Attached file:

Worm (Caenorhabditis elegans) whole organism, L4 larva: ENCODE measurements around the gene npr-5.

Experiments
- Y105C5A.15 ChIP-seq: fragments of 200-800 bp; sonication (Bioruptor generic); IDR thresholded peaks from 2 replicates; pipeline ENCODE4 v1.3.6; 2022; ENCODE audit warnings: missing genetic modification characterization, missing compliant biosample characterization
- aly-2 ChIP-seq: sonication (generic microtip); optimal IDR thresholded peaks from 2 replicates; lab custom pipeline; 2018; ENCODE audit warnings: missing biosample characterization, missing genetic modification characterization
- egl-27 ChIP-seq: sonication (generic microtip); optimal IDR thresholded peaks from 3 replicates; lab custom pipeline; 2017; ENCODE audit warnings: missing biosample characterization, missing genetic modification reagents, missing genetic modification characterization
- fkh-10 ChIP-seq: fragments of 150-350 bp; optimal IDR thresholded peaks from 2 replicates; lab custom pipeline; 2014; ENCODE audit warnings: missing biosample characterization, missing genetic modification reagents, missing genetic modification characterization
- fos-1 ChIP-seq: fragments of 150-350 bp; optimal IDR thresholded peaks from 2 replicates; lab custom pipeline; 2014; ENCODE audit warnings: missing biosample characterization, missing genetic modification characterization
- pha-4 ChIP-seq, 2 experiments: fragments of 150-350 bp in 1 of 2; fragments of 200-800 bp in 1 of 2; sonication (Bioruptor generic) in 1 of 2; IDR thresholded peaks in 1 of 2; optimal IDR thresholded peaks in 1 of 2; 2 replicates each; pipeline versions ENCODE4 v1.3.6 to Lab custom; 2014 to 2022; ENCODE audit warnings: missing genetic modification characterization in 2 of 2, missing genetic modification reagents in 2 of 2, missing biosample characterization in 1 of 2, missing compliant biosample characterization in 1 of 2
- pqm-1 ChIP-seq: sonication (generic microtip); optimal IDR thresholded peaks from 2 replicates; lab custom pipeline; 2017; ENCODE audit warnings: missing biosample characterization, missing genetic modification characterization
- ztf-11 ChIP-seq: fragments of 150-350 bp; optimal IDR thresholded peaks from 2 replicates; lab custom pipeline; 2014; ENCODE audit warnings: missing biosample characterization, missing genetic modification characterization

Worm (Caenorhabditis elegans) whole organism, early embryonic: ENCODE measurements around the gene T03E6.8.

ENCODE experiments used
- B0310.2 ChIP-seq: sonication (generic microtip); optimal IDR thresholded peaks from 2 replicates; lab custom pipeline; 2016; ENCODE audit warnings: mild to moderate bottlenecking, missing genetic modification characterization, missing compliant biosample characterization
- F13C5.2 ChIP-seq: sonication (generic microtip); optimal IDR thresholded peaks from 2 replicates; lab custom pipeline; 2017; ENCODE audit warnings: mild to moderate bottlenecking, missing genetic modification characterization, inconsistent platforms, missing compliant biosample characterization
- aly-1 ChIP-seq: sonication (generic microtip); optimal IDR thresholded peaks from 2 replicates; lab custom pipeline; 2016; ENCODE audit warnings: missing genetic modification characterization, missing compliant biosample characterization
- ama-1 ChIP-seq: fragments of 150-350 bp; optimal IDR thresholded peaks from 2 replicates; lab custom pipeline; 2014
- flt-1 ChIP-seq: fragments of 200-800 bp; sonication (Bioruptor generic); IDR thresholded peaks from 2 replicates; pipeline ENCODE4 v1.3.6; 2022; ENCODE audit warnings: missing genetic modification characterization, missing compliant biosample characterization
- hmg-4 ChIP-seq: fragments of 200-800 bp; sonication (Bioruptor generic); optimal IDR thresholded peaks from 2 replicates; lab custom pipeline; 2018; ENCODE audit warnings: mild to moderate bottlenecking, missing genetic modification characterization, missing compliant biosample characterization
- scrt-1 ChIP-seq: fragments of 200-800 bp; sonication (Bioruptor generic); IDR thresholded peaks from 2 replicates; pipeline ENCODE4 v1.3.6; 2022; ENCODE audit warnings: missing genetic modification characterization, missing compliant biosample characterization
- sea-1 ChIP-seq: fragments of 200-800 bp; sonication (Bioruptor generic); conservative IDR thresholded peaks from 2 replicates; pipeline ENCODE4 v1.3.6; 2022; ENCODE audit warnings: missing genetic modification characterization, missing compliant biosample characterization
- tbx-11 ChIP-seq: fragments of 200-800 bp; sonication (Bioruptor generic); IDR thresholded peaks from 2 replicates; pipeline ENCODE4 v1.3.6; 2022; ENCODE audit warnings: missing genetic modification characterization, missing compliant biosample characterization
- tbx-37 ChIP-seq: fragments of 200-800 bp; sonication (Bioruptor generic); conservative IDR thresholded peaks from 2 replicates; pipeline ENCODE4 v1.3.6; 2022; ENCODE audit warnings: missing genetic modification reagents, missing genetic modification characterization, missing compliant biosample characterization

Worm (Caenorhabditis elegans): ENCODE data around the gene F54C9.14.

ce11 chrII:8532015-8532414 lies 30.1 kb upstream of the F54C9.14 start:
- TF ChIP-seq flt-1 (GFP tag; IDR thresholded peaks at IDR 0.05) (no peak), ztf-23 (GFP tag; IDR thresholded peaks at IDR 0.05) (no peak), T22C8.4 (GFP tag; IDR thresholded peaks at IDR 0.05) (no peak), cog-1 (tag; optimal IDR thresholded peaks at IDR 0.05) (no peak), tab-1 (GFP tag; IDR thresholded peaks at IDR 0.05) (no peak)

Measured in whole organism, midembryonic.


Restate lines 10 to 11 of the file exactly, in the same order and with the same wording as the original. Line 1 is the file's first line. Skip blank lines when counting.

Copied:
- ztf-11 ChIP-seq: fragments of 150-350 bp; optimal IDR thresholded peaks from 2 replicates; lab custom pipeline; 2014; ENCODE audit warnings: missing biosample characterization, missing genetic modification characterization

Worm (Caenorhabditis elegans) whole organism, early embryonic: ENCODE measurements around the gene T03E6.8.